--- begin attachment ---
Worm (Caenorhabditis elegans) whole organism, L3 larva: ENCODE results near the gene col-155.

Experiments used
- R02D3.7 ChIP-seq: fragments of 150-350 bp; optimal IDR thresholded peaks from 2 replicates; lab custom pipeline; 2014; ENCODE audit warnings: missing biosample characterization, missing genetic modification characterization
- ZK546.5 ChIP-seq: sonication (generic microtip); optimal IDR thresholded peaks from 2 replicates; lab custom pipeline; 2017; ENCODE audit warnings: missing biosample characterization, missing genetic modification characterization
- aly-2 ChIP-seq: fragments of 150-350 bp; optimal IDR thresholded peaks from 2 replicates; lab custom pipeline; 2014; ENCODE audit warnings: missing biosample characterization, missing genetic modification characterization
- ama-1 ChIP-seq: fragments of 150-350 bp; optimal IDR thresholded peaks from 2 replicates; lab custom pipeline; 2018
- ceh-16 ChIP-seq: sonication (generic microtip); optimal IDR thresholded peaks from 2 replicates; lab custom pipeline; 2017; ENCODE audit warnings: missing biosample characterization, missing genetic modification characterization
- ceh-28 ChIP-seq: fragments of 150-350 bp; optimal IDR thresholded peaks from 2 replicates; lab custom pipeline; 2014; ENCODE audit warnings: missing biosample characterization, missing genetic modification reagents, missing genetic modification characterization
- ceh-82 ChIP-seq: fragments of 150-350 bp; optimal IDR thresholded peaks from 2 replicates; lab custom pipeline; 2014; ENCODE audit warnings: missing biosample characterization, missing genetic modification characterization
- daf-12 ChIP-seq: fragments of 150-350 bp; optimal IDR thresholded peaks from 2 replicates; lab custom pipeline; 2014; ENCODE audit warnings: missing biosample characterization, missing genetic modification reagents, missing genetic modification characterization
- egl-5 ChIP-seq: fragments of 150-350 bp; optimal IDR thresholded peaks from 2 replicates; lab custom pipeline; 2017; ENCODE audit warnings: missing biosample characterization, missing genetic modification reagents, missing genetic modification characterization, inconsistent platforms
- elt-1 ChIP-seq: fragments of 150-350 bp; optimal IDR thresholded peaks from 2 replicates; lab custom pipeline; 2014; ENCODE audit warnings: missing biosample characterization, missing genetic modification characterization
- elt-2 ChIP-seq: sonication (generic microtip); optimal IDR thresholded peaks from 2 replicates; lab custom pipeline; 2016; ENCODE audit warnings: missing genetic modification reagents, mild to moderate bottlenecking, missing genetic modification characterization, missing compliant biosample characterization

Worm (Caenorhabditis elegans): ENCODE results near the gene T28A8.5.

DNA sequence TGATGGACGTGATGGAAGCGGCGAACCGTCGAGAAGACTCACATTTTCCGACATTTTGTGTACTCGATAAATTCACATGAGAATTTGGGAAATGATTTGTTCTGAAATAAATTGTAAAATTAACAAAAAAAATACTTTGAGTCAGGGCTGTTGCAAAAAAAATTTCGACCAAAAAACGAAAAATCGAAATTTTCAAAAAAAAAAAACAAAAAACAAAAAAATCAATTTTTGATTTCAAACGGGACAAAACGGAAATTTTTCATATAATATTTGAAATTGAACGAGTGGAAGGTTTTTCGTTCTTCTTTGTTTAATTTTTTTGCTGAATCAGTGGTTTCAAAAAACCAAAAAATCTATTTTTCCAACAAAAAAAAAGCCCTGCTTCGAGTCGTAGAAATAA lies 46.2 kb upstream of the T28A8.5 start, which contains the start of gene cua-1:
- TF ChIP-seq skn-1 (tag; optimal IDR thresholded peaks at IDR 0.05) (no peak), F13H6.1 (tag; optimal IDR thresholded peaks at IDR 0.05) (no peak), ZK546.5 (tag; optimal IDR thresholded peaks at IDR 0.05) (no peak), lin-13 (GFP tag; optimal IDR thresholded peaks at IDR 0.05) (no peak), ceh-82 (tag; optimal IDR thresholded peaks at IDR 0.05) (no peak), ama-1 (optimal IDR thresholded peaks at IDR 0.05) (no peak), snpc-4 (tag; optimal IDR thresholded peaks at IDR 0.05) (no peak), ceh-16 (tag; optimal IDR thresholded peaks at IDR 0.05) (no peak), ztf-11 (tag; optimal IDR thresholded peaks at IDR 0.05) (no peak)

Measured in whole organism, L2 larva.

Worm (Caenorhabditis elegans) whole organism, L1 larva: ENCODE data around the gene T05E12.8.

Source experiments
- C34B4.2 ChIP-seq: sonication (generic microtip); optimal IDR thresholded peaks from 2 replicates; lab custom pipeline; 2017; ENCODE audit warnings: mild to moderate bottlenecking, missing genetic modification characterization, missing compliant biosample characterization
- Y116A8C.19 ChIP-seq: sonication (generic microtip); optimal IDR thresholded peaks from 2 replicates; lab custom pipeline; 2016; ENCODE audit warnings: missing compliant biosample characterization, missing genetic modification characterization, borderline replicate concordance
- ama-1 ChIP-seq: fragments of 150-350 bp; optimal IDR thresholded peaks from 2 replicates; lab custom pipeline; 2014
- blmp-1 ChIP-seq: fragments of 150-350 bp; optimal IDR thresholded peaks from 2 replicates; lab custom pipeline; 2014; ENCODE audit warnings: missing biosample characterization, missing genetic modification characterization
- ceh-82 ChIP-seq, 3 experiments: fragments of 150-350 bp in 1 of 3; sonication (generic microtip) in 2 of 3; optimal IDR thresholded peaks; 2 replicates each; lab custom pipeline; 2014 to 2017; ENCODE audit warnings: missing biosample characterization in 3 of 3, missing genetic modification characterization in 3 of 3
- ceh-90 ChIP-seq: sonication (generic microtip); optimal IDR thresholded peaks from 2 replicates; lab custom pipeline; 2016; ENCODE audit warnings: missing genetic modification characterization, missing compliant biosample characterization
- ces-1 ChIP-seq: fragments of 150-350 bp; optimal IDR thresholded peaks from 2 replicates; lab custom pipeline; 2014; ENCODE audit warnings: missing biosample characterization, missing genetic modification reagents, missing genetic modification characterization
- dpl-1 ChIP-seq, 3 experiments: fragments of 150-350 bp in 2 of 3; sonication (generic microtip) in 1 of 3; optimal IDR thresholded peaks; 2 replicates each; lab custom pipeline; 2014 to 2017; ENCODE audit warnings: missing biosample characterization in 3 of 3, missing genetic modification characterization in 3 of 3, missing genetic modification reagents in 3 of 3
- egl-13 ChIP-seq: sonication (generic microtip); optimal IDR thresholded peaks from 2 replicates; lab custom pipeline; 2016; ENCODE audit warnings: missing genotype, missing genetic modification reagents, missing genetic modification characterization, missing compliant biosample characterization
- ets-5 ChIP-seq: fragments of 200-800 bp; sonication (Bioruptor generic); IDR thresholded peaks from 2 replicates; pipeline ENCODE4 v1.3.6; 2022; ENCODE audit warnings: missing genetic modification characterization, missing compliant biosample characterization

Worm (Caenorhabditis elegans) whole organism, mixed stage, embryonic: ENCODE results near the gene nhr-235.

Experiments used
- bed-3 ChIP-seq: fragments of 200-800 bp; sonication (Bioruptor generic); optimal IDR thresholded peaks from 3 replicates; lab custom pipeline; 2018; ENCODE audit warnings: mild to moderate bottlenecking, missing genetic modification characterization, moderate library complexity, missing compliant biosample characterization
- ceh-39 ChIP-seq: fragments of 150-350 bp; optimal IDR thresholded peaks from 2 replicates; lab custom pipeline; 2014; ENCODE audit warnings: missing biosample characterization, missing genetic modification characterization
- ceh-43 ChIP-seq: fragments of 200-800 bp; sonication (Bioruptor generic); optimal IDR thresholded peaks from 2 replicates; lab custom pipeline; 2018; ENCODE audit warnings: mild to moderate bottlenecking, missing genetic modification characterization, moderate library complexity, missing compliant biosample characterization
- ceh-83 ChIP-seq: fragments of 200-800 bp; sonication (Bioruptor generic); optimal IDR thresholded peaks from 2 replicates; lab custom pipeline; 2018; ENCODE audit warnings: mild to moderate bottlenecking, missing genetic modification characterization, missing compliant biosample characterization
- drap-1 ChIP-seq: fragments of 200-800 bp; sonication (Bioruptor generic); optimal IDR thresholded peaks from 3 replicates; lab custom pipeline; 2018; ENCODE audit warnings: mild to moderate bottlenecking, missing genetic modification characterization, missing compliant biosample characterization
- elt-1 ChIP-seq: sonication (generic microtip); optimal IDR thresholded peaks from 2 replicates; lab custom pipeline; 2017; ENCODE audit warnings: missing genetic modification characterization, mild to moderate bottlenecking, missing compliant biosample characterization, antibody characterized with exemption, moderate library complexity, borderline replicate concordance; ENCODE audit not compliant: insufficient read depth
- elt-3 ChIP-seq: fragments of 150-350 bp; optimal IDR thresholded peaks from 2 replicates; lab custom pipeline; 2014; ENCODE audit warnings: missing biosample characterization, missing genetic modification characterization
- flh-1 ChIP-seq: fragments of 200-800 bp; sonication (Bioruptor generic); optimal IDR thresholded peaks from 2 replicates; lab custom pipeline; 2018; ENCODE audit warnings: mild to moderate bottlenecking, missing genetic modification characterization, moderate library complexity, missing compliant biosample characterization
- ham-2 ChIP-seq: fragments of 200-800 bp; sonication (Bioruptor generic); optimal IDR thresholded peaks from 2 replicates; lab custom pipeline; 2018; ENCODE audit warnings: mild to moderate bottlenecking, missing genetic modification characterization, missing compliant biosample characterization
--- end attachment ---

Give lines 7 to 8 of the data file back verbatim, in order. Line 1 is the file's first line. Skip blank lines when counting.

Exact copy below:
- ceh-16 ChIP-seq: sonication (generic microtip); optimal IDR thresholded peaks from 2 replicates; lab custom pipeline; 2017; ENCODE audit warnings: missing biosample characterization, missing genetic modification characterization
- ceh-28 ChIP-seq: fragments of 150-350 bp; optimal IDR thresholded peaks from 2 replicates; lab custom pipeline; 2014; ENCODE audit warnings: missing biosample characterization, missing genetic modification reagents, missing genetic modification characterization